There is nothing more Chris Walker could have done.
That is what Texas Tech athletic director Kirby Hocutt said Tuesday about the man who guided the Red Raiders as an interim coach this season, taking the job just three weeks before the start of official practices in October in the wake of a tumultuous saga that ended in the resignation of Billy Gillispie.
Walker, heading a young and inexperienced team, didn’t win a lot of games (11-20, 3-15 in Big 12 play), but support for him grew as the season progressed, both from fans and from the players on his roster.
“Chris Walker is a good young man,” Hocutt said. “There is nothing more he could have done. I think the world of Chris Walker. But the proven track record of success is something Tubby Smith brought to us that no other candidate did.
“Chris Walker will have the opportunity to be a head coach, and when that day comes, Chris Walker is going to be a very successful head coach and do a tremendous job.”
Walker wanted the permanent position. He believed he had earned it by the way he led his team through a season that could have been ripe for distractions. He saw the Red Raiders improve by season’s end, bolstering its scoring average in the second half of Big 12 play and winning a game in the conference tournament for the first time since 2010.
“My goal,” Walker said after Tech lost to Kansas in the quarterfinals March 14, “was to make sure that I made those guys the best men, the best students and the best players they could be. And I honestly believe that we achieved all three of those things.”
Walker did not return a message left by the Avalanche-Journal on Tuesday.
Tech point guard Josh Gray has been most vocal in his support of Walker, who served for 17 seasons as a college assistant at six different schools before being tabbed Tech’s interim coach last season.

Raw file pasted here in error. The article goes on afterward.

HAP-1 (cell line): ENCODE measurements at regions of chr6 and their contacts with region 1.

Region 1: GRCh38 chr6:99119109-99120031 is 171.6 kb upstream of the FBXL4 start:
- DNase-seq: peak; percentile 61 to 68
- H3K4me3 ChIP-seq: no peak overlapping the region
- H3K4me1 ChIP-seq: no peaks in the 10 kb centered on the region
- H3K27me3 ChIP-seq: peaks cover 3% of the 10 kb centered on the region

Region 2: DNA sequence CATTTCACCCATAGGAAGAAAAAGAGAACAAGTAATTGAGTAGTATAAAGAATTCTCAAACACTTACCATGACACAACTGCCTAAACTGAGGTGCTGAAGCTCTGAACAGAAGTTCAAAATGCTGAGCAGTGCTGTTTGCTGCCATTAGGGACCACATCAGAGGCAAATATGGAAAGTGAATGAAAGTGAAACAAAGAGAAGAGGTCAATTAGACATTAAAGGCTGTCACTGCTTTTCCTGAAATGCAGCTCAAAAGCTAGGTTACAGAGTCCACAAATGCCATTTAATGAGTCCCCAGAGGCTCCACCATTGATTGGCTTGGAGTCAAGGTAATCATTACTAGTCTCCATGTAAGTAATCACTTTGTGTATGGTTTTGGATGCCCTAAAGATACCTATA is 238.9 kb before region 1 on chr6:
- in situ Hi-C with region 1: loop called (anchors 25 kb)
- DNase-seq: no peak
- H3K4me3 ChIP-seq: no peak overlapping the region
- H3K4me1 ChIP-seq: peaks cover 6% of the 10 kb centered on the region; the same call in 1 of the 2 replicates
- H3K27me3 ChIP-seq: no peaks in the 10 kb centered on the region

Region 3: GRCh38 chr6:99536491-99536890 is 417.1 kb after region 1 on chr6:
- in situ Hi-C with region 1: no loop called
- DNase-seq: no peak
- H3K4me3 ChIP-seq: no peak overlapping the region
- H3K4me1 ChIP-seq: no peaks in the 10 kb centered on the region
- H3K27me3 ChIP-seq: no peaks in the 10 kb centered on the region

Gray posted a picture of himself and Walker on his Twitter account Tuesday with the caption, “He guided me when the vision was blurry and corrected me when I was wrong (...) forever will be my (No.)1 coach.”
That ability to relate to players is what a sizable portion of the fan base behind Walker believed could make him successful in the permanent position. That along with the recruiting acumen that helped him land the likes of Gray and Aaron Ross (a former ESPN150 recruit who was sidelined by a knee injury this season), while drawing strong interest from McDonald’s All-American Keith Frazier, who committed Tuesday to SMU.
But despite recently hiring Kliff Kingsbury — a 33-year-old with no head coaching experience and only three seasons as an offensive coordinator — to run the football program and a baseball coach in Tim Tadlock who had never been a Division I head coach, Tech wasn’t ready to make that same leap of faith when it came to the basketball program.
Hocutt said finding “a nationally respected leader, an individual who has experienced success at the highest levels” was one of the main criteria in Tech’s search for the next coach. The school found those qualities in Smith, the veteran with a national championship on his resume.
Smith said he’s known Walker “for some time,” and he’s had experience taking over for an interim coach. Smith at Minnesota replaced “a good friend” in Jim Molinari, who had assumed an interim position seven games into the 2006-07 season when Dan Monson resigned.
“I know how tough it is because I’ve seen people go through that,” Smith said.
So on Tuesday, Tech’s new coach professed gratitude for the man who came before him.
“I’m hearing nothing but great things about you guys and the energy and effort that you guys have been putting in,” Smith said, turning his attention to the Tech players attending his news conference. “And through the leadership you had from Chris Walker, I know we can build on that.”
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